Explore the many techniques that can help make the bounty of local and homegrown foods last all year.
Food preservation was once integral to humanity’s survival-strategies toolbox. We had to have something to eat when nothing fresh could be picked. As such, our ancestors invented numerous simple ways to keep foods fresh well into winter. Today, in the age of electric refrigerators and freezers, food preservation is more often aligned with the renaissance of conscientious eating—making use of locally grown or homegrown ingredients.
Ever since people began to look for ways to make food edible over a longer period of time, we’ve turned to the handy techniques and ingredients that follow to make it possible. Often two or three of these techniques are combined into one preservation recipe. (For example, pickles may be preserved by combining salt, sugar, vinegar and heat. Smoked and oil-preserved foods also rely on cold storage to extend shelf life.)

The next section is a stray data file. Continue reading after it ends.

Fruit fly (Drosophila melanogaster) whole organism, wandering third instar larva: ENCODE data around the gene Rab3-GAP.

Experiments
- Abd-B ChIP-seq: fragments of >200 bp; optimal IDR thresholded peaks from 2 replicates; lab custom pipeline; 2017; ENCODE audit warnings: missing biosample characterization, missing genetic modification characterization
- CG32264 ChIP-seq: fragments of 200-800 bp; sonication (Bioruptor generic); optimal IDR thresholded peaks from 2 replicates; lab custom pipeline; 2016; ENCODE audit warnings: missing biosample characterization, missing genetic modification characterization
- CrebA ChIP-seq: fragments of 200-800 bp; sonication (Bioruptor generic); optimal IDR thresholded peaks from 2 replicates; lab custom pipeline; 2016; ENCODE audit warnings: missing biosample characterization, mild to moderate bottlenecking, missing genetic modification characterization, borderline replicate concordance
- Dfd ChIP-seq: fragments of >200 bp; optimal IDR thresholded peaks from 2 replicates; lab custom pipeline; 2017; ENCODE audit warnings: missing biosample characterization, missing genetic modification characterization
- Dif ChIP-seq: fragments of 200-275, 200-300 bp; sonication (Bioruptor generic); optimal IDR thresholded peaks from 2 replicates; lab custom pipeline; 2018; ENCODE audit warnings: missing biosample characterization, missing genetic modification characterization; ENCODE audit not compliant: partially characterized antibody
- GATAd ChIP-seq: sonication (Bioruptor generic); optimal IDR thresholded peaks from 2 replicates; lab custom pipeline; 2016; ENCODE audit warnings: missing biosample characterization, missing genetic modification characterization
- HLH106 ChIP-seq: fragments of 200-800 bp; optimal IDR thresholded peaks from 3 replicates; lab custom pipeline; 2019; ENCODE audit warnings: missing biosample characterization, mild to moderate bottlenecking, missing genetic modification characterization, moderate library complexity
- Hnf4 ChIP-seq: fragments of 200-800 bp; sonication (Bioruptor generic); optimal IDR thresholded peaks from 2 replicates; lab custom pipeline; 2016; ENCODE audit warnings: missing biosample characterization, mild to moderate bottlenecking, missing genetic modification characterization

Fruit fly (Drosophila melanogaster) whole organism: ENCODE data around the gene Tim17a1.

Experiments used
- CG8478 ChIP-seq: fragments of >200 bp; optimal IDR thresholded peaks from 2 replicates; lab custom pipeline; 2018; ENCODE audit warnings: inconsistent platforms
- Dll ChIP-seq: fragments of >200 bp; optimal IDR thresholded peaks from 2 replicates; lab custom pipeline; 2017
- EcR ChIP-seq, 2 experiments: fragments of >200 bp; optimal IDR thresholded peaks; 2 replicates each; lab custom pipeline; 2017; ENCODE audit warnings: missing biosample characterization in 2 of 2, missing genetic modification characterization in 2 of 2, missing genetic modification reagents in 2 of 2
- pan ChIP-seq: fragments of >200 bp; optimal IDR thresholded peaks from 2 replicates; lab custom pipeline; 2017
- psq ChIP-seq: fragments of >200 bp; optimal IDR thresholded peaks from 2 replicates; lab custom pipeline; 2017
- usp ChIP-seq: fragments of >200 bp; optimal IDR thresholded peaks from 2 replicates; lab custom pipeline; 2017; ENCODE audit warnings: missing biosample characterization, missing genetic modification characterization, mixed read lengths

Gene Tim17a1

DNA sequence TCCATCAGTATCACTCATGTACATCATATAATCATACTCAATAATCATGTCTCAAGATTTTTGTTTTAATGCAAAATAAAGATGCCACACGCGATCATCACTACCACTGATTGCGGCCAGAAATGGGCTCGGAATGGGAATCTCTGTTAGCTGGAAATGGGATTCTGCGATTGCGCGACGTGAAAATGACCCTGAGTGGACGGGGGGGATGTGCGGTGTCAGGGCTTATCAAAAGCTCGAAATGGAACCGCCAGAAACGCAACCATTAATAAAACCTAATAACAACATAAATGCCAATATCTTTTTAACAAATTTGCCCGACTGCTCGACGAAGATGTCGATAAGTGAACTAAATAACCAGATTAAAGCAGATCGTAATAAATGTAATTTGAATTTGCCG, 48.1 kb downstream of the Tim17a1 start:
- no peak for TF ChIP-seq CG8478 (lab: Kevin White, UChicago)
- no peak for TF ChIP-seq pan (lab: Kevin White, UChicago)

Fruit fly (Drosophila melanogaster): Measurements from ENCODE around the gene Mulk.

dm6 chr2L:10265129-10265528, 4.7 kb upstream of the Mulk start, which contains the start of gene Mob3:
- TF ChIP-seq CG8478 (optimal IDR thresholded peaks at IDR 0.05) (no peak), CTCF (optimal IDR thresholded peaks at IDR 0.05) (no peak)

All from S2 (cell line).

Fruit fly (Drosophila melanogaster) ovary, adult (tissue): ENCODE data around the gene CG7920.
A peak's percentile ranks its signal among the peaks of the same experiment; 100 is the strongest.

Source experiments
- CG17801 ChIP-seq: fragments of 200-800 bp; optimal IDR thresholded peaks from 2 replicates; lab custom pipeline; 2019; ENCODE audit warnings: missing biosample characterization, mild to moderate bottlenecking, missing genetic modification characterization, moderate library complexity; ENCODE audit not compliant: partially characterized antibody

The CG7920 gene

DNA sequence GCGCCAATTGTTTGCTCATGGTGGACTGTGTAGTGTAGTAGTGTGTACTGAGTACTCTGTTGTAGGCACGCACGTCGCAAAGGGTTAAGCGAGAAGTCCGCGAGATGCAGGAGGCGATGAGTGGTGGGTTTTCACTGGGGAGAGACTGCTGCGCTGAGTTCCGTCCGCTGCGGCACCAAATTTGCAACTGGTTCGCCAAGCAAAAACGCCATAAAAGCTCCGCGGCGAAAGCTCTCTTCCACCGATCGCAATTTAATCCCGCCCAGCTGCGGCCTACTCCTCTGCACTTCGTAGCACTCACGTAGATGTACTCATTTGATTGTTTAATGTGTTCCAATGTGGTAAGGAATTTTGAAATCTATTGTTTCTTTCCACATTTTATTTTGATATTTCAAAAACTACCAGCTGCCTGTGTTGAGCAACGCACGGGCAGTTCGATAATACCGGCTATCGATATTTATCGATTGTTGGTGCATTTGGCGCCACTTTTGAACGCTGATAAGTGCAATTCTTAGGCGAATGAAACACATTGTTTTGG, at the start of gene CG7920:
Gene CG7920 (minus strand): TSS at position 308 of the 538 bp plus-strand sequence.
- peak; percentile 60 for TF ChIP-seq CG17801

Summer’s end, ripe with abundance, is the perfect time to try your hand at these old-fashioned skills. Eugenia Bone, author of Well-Preserved, says food preservation is “an act of optimism” that actually slows down her relationship with food. If you care to join Bone and thousands of others who are having fun making food last longer and taste better, take our tour of the ingredients we’ll call upon to do the good work for us.
Salt, sugar and oil work by depriving oxygen from the microbes that spoil food. These methods have the added benefit of contributing loads of flavor and allowing microbes that preserve food to take hold.